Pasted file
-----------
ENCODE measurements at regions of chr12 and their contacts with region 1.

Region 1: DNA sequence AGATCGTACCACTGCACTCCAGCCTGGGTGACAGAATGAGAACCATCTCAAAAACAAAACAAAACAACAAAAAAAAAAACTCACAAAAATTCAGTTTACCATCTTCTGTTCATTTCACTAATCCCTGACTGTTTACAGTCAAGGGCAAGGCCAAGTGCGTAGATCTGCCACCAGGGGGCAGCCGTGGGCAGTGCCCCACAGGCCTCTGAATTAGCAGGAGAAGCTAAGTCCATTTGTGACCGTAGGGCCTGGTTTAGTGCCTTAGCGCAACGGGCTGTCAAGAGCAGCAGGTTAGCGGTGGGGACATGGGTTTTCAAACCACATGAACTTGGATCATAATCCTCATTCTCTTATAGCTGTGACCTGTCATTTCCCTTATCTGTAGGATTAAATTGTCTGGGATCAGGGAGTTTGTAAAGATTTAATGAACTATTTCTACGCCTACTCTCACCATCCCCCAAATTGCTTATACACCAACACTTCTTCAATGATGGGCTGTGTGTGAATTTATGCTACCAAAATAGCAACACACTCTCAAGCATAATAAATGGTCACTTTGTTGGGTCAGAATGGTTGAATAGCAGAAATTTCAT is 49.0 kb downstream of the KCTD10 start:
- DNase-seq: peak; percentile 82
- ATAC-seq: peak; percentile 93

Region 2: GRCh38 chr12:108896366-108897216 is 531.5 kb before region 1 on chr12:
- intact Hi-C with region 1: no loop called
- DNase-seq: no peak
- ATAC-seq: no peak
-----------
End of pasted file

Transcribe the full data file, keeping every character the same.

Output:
ENCODE measurements at regions of chr12 and their contacts with region 1.

Region 1: DNA sequence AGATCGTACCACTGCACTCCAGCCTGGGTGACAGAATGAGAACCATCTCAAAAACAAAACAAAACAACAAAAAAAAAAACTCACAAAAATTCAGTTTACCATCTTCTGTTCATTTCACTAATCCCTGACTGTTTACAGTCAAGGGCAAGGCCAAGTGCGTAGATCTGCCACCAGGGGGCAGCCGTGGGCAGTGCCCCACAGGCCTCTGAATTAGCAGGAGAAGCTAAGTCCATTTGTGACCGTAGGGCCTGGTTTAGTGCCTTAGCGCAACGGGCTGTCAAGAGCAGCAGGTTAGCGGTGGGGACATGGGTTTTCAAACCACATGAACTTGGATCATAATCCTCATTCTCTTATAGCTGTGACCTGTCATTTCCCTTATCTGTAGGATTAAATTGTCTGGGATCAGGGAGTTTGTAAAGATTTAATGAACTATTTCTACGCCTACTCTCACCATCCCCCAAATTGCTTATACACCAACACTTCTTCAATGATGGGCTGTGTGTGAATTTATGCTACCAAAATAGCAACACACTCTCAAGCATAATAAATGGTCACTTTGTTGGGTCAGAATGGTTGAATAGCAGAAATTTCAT is 49.0 kb downstream of the KCTD10 start:
- DNase-seq: peak; percentile 82
- ATAC-seq: peak; percentile 93

Region 2: GRCh38 chr12:108896366-108897216 is 531.5 kb before region 1 on chr12:
- intact Hi-C with region 1: no loop called
- DNase-seq: no peak
- ATAC-seq: no peak